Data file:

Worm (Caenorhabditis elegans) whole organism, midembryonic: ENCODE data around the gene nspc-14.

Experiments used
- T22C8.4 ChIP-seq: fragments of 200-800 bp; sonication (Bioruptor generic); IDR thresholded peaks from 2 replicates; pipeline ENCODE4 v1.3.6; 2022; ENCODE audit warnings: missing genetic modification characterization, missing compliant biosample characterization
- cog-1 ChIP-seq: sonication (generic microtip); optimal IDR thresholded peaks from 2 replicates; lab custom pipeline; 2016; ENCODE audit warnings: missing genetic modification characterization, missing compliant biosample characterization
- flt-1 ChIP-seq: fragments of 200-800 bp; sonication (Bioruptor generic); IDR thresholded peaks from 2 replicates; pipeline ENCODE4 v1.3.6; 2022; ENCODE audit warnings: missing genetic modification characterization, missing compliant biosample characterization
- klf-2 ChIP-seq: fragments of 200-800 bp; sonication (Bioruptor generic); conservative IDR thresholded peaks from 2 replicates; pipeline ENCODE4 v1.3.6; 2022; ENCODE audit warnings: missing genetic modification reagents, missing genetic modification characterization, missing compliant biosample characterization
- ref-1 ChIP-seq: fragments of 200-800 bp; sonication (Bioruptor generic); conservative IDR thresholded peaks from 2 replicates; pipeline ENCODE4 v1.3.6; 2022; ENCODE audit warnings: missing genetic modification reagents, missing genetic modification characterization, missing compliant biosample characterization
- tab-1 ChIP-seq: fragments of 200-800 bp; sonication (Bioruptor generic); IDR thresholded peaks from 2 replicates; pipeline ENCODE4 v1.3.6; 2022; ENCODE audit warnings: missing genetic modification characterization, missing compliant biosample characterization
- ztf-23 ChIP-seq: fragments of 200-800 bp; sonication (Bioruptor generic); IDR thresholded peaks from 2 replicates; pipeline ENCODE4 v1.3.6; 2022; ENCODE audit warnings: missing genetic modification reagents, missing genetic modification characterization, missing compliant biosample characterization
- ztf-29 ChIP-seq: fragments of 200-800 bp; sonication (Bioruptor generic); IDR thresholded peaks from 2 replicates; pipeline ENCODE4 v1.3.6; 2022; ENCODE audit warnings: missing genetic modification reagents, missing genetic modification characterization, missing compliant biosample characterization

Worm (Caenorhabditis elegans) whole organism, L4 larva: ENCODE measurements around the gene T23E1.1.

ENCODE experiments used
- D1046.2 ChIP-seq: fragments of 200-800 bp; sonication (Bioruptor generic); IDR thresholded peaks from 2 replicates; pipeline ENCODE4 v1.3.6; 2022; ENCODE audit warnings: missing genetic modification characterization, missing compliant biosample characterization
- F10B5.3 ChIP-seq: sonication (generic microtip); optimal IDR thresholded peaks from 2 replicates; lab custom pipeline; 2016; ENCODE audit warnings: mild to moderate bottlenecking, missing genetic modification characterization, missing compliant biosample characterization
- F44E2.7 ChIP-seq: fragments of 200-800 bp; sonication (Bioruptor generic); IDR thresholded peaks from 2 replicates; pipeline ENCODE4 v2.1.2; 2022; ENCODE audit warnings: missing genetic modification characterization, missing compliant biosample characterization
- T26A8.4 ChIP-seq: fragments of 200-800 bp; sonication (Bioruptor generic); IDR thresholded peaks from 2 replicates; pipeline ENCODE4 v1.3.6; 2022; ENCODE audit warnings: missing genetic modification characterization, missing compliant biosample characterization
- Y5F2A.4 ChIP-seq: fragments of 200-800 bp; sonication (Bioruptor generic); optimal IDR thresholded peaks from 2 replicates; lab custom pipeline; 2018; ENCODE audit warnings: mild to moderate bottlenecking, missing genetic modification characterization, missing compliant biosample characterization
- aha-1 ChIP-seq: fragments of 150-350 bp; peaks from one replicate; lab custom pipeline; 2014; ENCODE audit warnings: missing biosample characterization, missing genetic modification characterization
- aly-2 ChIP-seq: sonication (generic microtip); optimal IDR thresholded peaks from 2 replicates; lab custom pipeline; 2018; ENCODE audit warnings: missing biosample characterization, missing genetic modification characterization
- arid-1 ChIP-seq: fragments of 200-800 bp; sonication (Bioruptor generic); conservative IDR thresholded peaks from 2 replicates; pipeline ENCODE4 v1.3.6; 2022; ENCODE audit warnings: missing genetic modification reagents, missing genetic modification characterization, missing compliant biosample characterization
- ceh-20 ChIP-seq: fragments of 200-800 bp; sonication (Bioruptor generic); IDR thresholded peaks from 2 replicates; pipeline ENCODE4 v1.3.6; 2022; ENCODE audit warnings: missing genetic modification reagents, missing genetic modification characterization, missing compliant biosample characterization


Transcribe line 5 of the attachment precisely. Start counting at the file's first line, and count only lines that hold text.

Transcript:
- flt-1 ChIP-seq: fragments of 200-800 bp; sonication (Bioruptor generic); IDR thresholded peaks from 2 replicates; pipeline ENCODE4 v1.3.6; 2022; ENCODE audit warnings: missing genetic modification characterization, missing compliant biosample characterization